The needs of marmosets

Mickey the marmoset

This International Primate Day, thousands of primates remain confined inside domestic homes across England and Wales.

Our senior scientific manager for captive wild animals Dr Ros Clubb, talks us through how the basic needs of a marmoset monkey contrast with the conditions that we generally find them being kept in.

Marmoset monkeys are by far the most common type of primate that we have found being kept as pets. They’re a clear example of how difficult it is to meet the welfare needs of a primate within a domestic home.

Primates are highly intelligent and complex wild animals, and we strongly believe that they’re not suitable as pets. Please join us in calling for an end to keeping primates as pets.

Marmosets are:

  • Intelligent. They need stimulation but are often housed in small, barren cages with very little to stretch them mentally.
  • From sunny, tropical countries, and suffer from being housed indoors with no access to sunlight. This makes them very susceptible to developing a crippling bone disease that’s similar to rickets in humans.
  • Highly social, and would naturally live in large family groups. In domestic homes they’re often kept alone without other primates, after being removed from their parents at a very young age.
  • Most comfortable when they can escape from anything that scares them, especially by climbing higher. In domestic settings, many are confined to small, short cages, where they’re exposed on all sides, and can’t escape upwards or hide.
  • Specialist feeders. They spend a lot of their time looking for food and feeding – using their specialist teeth to gnaw bark and then licking up sap. In domestic homes they are often fed processed foods like Ribena and marshmallows, that are bad for their health and give them no stimulation.
  • Food for some predators. But they’re often put in the stressful position of being kept in the same room as other family pets like dogs and cats.
  • Capable of covering long distances. In the wild they might travel over half a mile a day, but as pets they are housed in small cages with no freedom to roam.
  • Inquisitive, so they’re put at risk by being kept in households which are filled with hazards like sockets, ashtrays and sharp objects.

These are just some of the ways in which the needs of marmosets are often not met when they are kept as family pets. We’re receiving an increasing number of calls to our cruelty line regarding primates in domestic homes, and have witnessed many sad cases.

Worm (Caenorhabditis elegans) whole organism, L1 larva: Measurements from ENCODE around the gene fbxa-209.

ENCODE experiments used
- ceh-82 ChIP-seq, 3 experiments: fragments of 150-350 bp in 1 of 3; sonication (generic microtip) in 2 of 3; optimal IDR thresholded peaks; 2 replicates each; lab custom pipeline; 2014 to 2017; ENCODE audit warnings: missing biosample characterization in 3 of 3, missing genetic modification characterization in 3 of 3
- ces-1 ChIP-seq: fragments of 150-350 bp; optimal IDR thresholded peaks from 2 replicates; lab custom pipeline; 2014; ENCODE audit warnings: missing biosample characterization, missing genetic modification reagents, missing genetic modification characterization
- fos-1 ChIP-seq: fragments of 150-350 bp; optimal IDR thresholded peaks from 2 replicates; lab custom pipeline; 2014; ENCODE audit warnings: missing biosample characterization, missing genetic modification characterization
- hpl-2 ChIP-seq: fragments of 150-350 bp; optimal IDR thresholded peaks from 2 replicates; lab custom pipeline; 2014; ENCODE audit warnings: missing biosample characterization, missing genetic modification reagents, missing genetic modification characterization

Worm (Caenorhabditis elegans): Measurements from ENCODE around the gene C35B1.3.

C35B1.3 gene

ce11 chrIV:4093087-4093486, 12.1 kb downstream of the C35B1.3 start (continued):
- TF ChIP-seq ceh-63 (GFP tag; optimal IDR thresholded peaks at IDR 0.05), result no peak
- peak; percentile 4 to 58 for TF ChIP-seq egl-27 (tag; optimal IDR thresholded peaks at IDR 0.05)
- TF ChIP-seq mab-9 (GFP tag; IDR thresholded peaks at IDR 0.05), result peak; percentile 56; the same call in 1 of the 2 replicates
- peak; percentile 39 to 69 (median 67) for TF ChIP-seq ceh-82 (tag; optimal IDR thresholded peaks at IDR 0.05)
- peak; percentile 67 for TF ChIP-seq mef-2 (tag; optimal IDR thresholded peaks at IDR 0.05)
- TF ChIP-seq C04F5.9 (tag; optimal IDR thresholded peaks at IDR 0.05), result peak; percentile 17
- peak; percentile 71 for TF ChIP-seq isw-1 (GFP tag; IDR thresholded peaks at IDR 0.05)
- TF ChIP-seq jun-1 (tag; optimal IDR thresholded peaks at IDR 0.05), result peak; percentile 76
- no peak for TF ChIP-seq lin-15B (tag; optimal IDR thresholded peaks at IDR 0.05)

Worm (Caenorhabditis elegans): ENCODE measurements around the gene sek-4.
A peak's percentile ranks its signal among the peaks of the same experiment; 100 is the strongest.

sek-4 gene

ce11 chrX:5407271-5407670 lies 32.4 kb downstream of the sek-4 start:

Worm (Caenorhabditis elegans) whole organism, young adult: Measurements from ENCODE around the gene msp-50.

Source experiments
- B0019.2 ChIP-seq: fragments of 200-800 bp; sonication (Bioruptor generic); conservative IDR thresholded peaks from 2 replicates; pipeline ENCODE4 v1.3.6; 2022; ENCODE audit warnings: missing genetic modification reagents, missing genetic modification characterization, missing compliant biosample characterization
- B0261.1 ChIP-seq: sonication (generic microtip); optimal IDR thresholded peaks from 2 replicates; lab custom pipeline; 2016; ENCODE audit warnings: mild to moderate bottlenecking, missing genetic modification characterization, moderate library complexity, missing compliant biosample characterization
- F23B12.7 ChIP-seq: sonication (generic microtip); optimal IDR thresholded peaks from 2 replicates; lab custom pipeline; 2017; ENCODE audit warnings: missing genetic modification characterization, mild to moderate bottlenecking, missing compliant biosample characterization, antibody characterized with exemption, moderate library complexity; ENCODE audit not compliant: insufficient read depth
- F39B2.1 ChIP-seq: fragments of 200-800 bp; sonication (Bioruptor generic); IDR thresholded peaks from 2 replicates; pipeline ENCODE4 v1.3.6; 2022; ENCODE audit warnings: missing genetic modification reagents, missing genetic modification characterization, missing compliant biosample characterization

Lola’s story

Lola the marmoset in a small cage © RSPCA

One such case is Lola, a marmoset monkey who was living in hugely inappropriate conditions in a Swansea family home.

We rescued her after she was spotted being advertised for sale on social media. Despite having contacted an exotic vet for expert advice, her family were unable to cope with her.

When our inspector first went to check on Lola’s condition, she was being kept loose in the family’s living room.

In the corner of the living room was a very small cage that measured no more than three feet wide and three feet tall, with a UV light suspended above it.

There was very little in the way of stimulation, or to allow her to express normal behaviour. There was also a Staffy-type dog living in the house, who we heard Lola had occasionally attacked – showing her level of discomfort.

The family who owned Lola at the time were trying their best to care for her, but they were not able to cater to the complex needs of this social and intelligent primate. Even with the best of intentions, they could not provide her with a suitable environment.

Luckily the family were happy to work with us, and signed Lola over to our care. She’s now been moved to a specialist wildlife facility where she can be cared for properly, and in the company of other primates.

Although Lola is now having her welfare needs met, we believe that somewhere in the region of 5,000 primates – mainly marmosets, but also capuchins and squirrel monkeys – are still being kept as pets across England and Wales.

Take action for primates

The need to take action for primates in England and Wales is stronger than ever. Please join us in calling for an end to keeping primates as pets.

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